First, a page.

January 27, 2006

Universal Robot Band - Barely Breaking Even

Reanimation1980s12"DiscoR & B

The rare conjunction of two of the finest producers in the underground disco scene, Leroy Burgess (Logg/Aleem/Black Ivory) and Patrick Adams (P & P Records, Cloud One,) “Barely Breaking Even” is an underground anthem still so resonant today that a label was named for it (the influential BBE Records.) Built around a propulsive walking bass, polyrhythmic hand-percussion, Chic-like guitar and one of Adams’ infamous wonky synthesizer lines, it’s alternately throbbing and shuddering, exploding itself into a vibrant groove that seems almost too strange to dance to, yet cannot be resisted. Mercilessly funky during the instrumental intro alone, by the time Leroy Burgess breaks into his opening “Well, well, well” you feel struck by a lightning bolt. What carries it across a staggering eleven-plus minutes is the conjunction of Burgess’ impassioned vocals and the insistent, wobbly funk of the instrumental.

The story that unfolds is one of economic hardship (”well, I just got my paycheck, and I’m on my way home/ between the rent and phone bills, it’s nearly gone”) and the desire to escape it (”Just barely breaking even/ I’ve got to get some for myself”)—hardly unfamiliar territory in black music. But where we might hear the likes of a Young Jeezy casting about for reasons to justify their own avarice, “Barely Breaking Even” finds joy in the face of adversity: the struggle as evidence of life, rather than the struggle as means to the end of monetary gain (”but I just try to make it into another day / Long as the Lord is with me, I’ll find a way.”) Coupled with a groove that is uplifting to a spiritual degree, this is the kind of song that endures because it acknowledges and addresses the ever-present material difficulties of our lives with optimism and hope rather than blitheness, blame or despair.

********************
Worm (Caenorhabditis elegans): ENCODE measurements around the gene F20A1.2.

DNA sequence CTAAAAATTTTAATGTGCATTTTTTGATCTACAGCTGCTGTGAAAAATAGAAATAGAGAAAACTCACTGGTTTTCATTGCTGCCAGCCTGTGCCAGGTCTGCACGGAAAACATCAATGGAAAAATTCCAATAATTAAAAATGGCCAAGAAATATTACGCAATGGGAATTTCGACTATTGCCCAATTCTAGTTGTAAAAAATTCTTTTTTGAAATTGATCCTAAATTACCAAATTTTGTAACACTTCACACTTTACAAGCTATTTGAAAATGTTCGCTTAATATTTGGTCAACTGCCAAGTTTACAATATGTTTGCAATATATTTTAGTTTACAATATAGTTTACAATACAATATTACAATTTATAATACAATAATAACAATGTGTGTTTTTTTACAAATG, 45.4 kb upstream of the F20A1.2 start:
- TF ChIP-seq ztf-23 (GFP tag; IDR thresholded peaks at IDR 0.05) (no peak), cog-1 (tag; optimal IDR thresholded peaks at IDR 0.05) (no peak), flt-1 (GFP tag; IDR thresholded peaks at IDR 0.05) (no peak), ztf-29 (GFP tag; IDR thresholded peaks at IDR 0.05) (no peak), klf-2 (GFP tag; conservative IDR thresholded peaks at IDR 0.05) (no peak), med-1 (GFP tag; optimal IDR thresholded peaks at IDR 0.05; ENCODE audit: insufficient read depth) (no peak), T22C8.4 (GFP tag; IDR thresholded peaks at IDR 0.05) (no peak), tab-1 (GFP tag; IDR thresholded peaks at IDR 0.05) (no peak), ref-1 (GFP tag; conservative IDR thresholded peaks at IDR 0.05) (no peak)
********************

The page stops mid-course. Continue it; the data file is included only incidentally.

Combining elements of disco, latin, boogie and R&B, “Barely Breaking Even” is a great dance song, pure and simple. Musically, it’s a perfect fit for today’s DJs and artists exploring that fertile early 80’s crossover period. Lyrically, it is wholly timeless—a gospel feel and a spirit of struggle in the face of economic challenges that surely haven’t vanished in the two decades since it was first released. Currently still available (mixed and unmixed) on Dimitri from Paris’ stellar Disco Forever set, Moonglow Records have also reissued it on vinyl, featuring the full original version and a slightly shorter instrumental edit.

Moonglow / 103
[Mallory O’Donnell]